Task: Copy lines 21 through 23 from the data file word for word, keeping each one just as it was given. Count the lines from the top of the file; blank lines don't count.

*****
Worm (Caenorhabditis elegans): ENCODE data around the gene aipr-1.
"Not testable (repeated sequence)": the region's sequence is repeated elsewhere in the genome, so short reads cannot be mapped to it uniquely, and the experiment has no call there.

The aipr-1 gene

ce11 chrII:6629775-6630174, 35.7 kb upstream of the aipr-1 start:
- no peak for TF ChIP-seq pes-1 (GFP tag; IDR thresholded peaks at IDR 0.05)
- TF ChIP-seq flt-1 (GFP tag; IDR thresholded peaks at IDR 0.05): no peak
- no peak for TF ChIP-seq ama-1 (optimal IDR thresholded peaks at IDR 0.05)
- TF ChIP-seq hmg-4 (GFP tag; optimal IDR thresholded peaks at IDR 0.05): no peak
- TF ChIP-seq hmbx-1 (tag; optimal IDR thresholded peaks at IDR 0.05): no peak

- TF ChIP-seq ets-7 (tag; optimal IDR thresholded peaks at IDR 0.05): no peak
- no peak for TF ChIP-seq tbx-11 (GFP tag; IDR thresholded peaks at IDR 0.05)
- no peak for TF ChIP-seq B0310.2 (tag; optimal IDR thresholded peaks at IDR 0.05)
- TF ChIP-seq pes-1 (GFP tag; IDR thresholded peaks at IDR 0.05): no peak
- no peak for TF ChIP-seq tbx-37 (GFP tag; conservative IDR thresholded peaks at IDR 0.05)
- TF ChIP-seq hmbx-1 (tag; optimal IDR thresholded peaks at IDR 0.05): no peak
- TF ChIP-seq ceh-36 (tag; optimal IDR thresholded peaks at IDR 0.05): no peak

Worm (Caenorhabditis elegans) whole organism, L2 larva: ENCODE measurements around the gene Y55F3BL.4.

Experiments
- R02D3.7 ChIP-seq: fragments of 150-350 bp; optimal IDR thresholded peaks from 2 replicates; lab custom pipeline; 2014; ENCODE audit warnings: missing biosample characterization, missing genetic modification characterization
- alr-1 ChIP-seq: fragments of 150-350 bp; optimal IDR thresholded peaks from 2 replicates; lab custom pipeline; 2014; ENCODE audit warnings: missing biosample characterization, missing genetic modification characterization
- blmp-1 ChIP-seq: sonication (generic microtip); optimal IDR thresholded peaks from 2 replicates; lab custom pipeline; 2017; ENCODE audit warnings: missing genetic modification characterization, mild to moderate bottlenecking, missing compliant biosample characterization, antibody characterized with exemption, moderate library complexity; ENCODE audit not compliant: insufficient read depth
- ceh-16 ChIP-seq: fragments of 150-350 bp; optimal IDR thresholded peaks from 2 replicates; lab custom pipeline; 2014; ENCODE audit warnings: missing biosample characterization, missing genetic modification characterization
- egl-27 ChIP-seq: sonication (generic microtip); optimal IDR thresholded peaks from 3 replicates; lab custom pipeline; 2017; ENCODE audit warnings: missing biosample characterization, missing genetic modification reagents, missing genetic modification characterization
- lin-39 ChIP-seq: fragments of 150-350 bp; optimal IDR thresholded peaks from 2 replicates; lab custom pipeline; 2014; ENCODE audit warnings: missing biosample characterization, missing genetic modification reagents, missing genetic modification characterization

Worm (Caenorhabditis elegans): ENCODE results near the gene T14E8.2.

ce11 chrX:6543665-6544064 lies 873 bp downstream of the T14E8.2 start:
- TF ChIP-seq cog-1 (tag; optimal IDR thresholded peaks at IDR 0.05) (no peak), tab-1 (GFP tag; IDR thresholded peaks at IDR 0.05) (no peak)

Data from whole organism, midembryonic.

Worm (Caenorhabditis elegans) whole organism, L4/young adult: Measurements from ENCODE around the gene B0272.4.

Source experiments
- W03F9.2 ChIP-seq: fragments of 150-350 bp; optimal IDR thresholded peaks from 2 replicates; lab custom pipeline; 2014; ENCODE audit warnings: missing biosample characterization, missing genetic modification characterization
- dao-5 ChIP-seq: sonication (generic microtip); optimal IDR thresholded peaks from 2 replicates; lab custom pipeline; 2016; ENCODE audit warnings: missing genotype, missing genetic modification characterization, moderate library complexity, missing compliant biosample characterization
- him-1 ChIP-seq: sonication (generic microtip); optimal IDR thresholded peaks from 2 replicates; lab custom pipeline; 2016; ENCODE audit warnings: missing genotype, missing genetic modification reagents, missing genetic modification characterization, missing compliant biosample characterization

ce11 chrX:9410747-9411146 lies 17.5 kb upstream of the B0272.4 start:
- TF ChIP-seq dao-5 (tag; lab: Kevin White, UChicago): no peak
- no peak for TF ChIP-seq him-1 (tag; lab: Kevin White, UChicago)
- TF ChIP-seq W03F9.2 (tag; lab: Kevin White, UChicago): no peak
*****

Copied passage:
- blmp-1 ChIP-seq: sonication (generic microtip); optimal IDR thresholded peaks from 2 replicates; lab custom pipeline; 2017; ENCODE audit warnings: missing genetic modification characterization, mild to moderate bottlenecking, missing compliant biosample characterization, antibody characterized with exemption, moderate library complexity; ENCODE audit not compliant: insufficient read depth
- ceh-16 ChIP-seq: fragments of 150-350 bp; optimal IDR thresholded peaks from 2 replicates; lab custom pipeline; 2014; ENCODE audit warnings: missing biosample characterization, missing genetic modification characterization
- egl-27 ChIP-seq: sonication (generic microtip); optimal IDR thresholded peaks from 3 replicates; lab custom pipeline; 2017; ENCODE audit warnings: missing biosample characterization, missing genetic modification reagents, missing genetic modification characterization